On March 1, 1919, Seoul was overflowing with marches by people from around the country protesting Japanese involvement in Korea. Gwansun left Seoul after the Japanese government ordered all Korean schools to close response to the ongoing independence protests. She returned to her home in Jiryeong-ri (now Yongdu-ri) and, while there, took a more active role in the protest movement.[4][5][6]

Aunae Market Demonstration and Arrest[edit]

Along with her family, Gwansun began to encourage public resentment against the Japanese occupation. She visited churches to tell others of the demonstrations in Seoul, and she planned[citation needed] an independence demonstration with Cho In-won and Kim Goo-Eung. This included people from neighboring towns, including Yeongi, Chungju, Cheonan and Jincheon. The demonstration took place on April 1, 1919, in Aunae Marketplace at 9:00 a.m.. About 3,000 demonstrators participated,[2] shouting, "Long Live Korean Independence!" ("대한독립만세"). By 1:00 p.m, the Japanese police responded by arresting Ryu and several other demonstrators. Chaos ensued and shots were fired killing both of Gwansun's parents and injuring Jo In-Won.[citation needed] As a result of the Aunae Marketplace demonstration, there were nineteen casualties and thirty others were injured by the Japanese Military.[2]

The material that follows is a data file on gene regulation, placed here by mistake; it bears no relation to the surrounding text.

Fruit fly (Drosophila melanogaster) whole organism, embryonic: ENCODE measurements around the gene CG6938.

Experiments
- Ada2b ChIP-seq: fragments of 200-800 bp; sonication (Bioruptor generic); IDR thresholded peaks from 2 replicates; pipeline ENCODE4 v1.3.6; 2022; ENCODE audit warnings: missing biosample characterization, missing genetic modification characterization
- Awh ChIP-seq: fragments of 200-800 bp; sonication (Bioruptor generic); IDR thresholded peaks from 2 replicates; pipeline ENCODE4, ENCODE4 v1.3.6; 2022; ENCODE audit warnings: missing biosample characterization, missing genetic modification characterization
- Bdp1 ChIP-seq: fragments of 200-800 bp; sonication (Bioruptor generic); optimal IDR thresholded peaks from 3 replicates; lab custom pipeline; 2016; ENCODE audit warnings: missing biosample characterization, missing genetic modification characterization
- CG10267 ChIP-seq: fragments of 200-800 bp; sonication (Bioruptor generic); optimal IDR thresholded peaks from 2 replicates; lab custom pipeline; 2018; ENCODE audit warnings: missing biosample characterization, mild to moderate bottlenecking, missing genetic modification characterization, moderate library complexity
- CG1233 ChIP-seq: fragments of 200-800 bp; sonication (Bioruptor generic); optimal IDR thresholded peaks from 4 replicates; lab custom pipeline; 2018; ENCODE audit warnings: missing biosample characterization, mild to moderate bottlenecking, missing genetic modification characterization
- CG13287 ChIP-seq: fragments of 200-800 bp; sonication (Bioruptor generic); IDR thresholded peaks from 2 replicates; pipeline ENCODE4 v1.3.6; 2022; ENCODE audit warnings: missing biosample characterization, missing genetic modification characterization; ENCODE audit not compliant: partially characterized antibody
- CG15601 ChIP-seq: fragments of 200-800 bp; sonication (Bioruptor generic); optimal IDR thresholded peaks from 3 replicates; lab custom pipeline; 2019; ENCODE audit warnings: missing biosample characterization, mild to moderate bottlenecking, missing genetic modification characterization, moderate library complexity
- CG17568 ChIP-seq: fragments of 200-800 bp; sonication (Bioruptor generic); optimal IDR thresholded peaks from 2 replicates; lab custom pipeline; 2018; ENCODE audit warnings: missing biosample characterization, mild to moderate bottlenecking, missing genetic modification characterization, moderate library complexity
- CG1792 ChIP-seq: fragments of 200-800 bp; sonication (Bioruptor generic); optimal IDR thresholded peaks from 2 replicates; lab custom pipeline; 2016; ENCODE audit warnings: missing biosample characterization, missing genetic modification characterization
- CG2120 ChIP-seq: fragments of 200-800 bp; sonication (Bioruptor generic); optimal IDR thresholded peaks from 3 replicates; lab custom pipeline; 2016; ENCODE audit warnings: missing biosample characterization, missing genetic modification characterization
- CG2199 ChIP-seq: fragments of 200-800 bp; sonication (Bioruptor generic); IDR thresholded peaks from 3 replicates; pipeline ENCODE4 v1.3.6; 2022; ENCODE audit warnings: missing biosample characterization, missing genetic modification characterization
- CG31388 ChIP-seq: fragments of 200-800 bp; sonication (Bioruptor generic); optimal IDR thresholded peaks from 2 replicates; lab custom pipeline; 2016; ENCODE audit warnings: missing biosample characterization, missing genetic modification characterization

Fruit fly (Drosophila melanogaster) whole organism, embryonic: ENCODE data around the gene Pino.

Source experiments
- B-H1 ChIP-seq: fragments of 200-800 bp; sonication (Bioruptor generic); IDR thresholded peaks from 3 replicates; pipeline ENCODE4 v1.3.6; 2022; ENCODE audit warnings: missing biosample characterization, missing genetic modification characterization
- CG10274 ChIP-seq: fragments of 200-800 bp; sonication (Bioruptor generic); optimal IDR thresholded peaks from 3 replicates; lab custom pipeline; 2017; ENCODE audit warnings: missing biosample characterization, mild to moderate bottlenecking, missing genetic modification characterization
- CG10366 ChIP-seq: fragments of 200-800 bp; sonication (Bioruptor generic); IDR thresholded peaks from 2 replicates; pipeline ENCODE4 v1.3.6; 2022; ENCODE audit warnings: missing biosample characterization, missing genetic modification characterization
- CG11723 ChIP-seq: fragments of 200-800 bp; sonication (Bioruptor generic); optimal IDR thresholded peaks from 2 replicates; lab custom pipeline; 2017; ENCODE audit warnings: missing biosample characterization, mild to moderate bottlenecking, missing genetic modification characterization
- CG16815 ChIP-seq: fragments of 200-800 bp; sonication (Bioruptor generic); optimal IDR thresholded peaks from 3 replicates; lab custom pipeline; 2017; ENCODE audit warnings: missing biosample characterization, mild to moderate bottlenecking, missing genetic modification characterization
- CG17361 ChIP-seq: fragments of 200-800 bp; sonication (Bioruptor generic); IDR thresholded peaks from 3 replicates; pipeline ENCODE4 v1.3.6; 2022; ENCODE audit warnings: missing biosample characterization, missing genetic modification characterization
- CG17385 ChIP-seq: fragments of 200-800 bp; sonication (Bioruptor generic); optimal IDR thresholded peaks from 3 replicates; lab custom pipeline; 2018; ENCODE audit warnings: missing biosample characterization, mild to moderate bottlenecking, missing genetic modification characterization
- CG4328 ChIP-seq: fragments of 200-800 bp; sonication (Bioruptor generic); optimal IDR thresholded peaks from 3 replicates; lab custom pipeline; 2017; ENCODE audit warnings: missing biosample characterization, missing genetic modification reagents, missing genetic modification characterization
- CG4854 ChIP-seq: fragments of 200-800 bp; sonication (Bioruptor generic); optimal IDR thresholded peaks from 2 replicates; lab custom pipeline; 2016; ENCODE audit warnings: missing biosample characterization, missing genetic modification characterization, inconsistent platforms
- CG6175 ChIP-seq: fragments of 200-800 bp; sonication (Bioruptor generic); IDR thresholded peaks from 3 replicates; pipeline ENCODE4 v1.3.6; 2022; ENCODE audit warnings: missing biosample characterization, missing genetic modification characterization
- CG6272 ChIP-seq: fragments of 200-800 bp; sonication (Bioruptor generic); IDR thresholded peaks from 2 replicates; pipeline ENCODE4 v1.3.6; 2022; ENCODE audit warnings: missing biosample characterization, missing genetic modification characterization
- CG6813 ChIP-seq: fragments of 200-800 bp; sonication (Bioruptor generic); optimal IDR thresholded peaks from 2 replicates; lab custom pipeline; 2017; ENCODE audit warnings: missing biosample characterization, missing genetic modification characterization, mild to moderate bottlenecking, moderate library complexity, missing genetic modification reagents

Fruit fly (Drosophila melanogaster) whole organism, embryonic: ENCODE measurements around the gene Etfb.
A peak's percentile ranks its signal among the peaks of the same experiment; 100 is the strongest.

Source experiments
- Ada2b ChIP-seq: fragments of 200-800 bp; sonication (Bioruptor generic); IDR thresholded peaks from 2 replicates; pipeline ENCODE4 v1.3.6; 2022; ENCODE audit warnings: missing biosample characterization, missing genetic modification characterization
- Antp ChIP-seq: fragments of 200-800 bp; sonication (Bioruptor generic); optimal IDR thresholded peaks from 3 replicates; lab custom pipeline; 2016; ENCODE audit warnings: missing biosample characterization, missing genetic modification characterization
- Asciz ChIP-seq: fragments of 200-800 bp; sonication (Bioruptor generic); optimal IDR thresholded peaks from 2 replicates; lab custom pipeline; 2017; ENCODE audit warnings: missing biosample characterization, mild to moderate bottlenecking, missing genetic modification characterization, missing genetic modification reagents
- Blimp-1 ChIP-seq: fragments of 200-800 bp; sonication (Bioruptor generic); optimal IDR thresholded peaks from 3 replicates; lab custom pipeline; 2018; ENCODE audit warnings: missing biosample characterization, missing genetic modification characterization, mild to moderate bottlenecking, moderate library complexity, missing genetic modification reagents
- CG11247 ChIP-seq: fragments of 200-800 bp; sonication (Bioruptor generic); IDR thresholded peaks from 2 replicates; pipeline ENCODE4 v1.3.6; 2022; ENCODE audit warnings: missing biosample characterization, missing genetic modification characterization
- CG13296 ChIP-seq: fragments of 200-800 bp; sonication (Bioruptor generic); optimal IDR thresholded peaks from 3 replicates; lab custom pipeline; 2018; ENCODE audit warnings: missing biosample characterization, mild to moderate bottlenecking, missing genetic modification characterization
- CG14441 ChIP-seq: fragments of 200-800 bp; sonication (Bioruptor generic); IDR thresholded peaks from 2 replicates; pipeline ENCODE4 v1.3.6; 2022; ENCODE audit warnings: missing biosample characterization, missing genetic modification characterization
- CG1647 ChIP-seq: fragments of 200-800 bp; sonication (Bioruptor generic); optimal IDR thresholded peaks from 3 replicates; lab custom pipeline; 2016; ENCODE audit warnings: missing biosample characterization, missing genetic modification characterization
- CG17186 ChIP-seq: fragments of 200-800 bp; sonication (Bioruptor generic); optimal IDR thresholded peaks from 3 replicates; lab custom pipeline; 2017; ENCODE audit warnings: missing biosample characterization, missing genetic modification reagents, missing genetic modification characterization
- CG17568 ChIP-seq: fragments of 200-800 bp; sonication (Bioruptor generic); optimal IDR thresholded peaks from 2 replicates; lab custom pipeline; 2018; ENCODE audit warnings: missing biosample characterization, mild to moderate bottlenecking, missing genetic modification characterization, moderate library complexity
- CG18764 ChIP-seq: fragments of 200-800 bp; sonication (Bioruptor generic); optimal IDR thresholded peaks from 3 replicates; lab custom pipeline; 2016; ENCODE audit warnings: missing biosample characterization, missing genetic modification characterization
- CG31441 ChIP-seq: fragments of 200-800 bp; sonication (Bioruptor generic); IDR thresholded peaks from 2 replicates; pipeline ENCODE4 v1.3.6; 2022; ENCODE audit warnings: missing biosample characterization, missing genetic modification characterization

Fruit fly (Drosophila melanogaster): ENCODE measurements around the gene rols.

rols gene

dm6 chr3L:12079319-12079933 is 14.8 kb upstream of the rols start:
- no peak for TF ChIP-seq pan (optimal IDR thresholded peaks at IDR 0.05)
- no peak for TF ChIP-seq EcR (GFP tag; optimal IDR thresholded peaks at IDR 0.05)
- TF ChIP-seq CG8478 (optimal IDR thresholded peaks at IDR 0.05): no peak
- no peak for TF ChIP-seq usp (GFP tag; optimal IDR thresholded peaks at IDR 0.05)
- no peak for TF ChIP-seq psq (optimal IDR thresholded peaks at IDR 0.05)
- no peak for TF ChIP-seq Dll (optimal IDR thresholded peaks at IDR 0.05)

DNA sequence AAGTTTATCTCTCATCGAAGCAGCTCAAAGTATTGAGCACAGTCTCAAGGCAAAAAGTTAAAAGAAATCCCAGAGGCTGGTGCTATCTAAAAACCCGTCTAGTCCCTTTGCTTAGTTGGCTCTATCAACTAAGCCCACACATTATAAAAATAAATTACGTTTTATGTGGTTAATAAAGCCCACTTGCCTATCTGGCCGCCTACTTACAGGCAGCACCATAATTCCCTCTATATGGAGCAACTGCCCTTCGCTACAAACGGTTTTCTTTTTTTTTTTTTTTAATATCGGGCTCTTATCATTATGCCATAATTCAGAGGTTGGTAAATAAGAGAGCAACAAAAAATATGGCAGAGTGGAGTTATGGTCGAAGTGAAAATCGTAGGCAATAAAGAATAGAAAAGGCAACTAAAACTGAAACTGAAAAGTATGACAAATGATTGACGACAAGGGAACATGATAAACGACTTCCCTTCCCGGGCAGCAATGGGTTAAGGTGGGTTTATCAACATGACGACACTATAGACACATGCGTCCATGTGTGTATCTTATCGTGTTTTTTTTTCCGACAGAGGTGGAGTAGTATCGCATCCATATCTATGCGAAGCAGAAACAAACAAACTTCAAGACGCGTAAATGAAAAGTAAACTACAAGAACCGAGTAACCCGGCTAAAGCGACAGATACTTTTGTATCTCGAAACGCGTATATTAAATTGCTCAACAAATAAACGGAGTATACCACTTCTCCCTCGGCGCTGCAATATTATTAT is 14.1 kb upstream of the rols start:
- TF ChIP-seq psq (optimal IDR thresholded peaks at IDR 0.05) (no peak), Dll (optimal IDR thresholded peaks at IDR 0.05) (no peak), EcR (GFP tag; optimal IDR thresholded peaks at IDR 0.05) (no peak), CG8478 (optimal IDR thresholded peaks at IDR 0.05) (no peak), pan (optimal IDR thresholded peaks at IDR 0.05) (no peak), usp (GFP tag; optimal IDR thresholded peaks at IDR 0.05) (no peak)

The Japanese police offered Gwansun a lighter sentence in exchange her admission of guilt and cooperation in finding the other protest collaborators. However, she refused to reveal the identity or whereabouts of any of her collaborators even after being tortured.[7]

Imprisonment and Utterance[edit]